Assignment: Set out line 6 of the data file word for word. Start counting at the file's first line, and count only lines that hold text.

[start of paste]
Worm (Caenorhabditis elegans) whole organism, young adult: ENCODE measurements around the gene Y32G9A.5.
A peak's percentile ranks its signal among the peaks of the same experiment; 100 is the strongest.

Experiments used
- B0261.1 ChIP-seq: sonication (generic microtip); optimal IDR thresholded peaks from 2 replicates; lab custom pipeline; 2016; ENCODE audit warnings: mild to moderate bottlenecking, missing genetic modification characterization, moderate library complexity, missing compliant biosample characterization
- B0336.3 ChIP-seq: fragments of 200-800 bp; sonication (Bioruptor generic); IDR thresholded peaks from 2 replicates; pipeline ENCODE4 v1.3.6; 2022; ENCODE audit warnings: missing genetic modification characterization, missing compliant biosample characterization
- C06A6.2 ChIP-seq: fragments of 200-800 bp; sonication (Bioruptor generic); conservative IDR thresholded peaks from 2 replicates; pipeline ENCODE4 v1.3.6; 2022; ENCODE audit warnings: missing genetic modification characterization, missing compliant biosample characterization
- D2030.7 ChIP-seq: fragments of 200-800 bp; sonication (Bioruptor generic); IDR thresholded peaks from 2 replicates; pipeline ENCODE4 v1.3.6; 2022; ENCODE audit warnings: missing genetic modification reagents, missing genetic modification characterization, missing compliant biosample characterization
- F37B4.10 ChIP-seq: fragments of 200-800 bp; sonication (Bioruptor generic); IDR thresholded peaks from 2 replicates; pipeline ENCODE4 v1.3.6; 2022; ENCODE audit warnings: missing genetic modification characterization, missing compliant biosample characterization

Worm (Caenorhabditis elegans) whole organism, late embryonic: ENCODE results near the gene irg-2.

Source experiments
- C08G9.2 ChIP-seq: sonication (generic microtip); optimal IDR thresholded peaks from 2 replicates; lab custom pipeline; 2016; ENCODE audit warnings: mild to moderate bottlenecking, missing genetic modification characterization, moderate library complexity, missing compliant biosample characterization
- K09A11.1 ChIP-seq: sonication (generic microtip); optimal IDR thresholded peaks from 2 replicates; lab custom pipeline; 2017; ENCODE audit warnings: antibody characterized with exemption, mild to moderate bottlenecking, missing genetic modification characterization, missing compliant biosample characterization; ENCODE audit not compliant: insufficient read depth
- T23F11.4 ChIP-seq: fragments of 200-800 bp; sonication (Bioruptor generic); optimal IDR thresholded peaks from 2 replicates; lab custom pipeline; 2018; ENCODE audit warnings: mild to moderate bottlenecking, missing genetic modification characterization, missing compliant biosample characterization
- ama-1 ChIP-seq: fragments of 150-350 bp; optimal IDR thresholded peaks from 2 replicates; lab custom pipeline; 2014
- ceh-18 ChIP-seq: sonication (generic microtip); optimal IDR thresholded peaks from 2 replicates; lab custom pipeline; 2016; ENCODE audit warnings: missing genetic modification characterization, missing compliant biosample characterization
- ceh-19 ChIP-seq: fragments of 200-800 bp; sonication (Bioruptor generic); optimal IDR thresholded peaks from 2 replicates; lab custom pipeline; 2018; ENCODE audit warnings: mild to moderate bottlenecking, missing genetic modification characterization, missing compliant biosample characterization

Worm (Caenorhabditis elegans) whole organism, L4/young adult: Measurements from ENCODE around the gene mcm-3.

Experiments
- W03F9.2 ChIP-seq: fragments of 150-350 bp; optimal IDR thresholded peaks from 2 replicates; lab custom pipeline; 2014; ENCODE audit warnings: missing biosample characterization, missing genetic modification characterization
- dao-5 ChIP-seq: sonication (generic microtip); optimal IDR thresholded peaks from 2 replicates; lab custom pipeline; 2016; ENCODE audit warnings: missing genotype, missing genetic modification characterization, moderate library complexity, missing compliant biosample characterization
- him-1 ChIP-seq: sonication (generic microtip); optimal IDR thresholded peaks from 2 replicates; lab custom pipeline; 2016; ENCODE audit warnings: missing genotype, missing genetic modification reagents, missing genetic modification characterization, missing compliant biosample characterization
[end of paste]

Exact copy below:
- C06A6.2 ChIP-seq: fragments of 200-800 bp; sonication (Bioruptor generic); conservative IDR thresholded peaks from 2 replicates; pipeline ENCODE4 v1.3.6; 2022; ENCODE audit warnings: missing genetic modification characterization, missing compliant biosample characterization